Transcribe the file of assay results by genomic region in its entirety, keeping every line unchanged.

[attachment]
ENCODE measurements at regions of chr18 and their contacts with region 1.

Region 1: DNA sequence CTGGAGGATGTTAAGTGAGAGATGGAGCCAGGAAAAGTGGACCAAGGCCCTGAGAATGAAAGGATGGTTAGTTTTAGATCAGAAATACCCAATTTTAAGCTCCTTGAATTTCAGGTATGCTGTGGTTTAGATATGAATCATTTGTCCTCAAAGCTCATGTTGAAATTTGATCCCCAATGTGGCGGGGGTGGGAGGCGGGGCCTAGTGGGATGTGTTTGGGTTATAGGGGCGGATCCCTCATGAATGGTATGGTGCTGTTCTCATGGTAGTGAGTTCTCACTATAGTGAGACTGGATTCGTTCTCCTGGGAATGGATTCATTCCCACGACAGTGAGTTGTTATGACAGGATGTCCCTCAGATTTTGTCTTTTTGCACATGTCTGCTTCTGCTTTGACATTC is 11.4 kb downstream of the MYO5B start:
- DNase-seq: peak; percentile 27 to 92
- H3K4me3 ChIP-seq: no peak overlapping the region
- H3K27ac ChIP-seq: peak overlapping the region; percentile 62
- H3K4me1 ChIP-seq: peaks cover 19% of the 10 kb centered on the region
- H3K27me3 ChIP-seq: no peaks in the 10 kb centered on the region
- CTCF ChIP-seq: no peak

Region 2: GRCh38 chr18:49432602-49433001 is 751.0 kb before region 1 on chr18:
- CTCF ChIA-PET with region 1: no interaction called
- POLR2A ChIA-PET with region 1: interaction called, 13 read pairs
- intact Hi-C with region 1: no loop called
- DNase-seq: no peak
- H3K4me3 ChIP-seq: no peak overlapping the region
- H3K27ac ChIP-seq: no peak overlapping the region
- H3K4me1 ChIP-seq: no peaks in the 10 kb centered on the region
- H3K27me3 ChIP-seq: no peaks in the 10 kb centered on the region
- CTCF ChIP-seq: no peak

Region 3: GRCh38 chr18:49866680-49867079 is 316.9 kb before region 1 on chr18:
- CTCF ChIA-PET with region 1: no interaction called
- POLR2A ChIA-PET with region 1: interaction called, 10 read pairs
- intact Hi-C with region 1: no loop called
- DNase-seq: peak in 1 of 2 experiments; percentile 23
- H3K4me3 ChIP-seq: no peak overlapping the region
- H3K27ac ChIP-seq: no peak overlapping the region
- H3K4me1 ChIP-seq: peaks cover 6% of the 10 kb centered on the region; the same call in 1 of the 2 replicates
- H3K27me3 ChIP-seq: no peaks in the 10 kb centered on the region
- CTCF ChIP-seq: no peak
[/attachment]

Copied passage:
ENCODE measurements at regions of chr18 and their contacts with region 1.

Region 1: DNA sequence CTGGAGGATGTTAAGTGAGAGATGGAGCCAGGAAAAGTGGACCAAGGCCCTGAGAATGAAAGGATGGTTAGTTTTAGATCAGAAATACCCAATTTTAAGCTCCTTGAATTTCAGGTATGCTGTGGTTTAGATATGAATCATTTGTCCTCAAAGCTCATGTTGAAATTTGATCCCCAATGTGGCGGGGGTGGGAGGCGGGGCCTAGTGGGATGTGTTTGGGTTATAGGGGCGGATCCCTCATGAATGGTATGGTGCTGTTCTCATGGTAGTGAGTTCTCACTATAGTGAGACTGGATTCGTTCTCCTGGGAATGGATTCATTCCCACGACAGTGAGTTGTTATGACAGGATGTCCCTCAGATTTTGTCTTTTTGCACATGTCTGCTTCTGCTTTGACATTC is 11.4 kb downstream of the MYO5B start:
- DNase-seq: peak; percentile 27 to 92
- H3K4me3 ChIP-seq: no peak overlapping the region
- H3K27ac ChIP-seq: peak overlapping the region; percentile 62
- H3K4me1 ChIP-seq: peaks cover 19% of the 10 kb centered on the region
- H3K27me3 ChIP-seq: no peaks in the 10 kb centered on the region
- CTCF ChIP-seq: no peak

Region 2: GRCh38 chr18:49432602-49433001 is 751.0 kb before region 1 on chr18:
- CTCF ChIA-PET with region 1: no interaction called
- POLR2A ChIA-PET with region 1: interaction called, 13 read pairs
- intact Hi-C with region 1: no loop called
- DNase-seq: no peak
- H3K4me3 ChIP-seq: no peak overlapping the region
- H3K27ac ChIP-seq: no peak overlapping the region
- H3K4me1 ChIP-seq: no peaks in the 10 kb centered on the region
- H3K27me3 ChIP-seq: no peaks in the 10 kb centered on the region
- CTCF ChIP-seq: no peak

Region 3: GRCh38 chr18:49866680-49867079 is 316.9 kb before region 1 on chr18:
- CTCF ChIA-PET with region 1: no interaction called
- POLR2A ChIA-PET with region 1: interaction called, 10 read pairs
- intact Hi-C with region 1: no loop called
- DNase-seq: peak in 1 of 2 experiments; percentile 23
- H3K4me3 ChIP-seq: no peak overlapping the region
- H3K27ac ChIP-seq: no peak overlapping the region
- H3K4me1 ChIP-seq: peaks cover 6% of the 10 kb centered on the region; the same call in 1 of the 2 replicates
- H3K27me3 ChIP-seq: no peaks in the 10 kb centered on the region
- CTCF ChIP-seq: no peak